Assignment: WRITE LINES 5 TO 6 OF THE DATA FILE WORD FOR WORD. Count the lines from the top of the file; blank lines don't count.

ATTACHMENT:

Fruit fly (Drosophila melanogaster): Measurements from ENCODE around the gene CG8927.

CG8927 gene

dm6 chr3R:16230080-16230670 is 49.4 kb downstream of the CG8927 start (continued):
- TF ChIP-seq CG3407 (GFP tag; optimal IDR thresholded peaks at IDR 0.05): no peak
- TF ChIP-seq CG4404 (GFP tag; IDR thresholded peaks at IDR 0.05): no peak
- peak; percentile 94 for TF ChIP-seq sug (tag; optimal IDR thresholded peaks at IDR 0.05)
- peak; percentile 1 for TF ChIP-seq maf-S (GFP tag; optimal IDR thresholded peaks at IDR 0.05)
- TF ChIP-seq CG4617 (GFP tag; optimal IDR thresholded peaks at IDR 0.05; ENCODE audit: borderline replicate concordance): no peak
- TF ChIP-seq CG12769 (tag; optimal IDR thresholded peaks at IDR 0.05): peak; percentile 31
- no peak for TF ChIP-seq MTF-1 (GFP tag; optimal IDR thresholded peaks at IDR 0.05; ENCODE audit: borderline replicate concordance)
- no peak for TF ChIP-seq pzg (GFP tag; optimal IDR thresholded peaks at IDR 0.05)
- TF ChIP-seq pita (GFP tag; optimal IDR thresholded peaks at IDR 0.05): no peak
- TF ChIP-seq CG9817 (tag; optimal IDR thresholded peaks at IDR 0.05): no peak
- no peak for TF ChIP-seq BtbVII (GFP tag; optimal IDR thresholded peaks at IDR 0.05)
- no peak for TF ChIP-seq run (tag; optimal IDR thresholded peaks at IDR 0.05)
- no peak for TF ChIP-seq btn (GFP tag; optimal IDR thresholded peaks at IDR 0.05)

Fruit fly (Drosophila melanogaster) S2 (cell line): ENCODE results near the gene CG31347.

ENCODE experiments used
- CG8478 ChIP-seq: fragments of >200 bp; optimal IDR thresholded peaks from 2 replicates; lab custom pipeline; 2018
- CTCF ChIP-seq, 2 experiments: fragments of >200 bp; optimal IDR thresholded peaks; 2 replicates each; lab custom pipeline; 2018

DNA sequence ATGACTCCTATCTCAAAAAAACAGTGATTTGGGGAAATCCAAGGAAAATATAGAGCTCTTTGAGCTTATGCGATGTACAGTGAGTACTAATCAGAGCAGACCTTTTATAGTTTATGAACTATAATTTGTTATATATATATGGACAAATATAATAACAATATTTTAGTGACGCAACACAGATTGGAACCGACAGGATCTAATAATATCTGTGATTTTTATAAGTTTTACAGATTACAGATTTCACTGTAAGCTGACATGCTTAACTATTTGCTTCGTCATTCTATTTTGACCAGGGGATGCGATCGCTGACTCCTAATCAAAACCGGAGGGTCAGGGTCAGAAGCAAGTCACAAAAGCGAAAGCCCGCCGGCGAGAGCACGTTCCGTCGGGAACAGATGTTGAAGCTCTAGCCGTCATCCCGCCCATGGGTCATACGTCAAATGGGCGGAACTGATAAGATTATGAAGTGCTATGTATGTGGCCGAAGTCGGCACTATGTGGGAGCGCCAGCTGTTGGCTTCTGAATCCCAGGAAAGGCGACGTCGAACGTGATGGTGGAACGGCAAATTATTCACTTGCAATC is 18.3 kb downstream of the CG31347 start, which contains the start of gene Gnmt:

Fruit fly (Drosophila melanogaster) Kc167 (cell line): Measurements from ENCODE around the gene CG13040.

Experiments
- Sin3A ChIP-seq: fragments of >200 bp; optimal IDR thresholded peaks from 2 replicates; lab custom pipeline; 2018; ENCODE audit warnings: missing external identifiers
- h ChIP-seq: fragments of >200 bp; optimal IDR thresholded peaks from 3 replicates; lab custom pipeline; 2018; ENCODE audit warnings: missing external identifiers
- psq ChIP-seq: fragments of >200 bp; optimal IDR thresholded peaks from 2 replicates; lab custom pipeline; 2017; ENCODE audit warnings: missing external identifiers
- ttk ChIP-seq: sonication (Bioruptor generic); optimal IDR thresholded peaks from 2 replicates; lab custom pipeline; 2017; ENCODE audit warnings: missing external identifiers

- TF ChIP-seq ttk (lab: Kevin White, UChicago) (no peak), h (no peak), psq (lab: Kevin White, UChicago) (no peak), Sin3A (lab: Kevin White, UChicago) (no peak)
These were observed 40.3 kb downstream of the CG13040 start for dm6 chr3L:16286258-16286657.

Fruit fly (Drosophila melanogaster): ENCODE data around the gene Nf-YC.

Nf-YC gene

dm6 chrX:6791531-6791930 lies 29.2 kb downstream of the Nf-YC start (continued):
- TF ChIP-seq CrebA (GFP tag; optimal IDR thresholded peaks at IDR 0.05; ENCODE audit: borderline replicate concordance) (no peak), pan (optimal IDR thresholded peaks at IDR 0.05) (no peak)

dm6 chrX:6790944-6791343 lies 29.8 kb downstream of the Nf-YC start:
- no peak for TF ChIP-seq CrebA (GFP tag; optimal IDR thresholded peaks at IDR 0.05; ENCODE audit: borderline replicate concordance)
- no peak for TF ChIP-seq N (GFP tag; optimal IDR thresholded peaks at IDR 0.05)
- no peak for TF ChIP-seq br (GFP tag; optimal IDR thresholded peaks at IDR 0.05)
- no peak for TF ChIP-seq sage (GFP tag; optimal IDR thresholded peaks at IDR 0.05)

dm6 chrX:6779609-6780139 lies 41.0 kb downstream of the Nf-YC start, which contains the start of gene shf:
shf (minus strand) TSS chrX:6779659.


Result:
- TF ChIP-seq CG4404 (GFP tag; IDR thresholded peaks at IDR 0.05): no peak
- peak; percentile 94 for TF ChIP-seq sug (tag; optimal IDR thresholded peaks at IDR 0.05)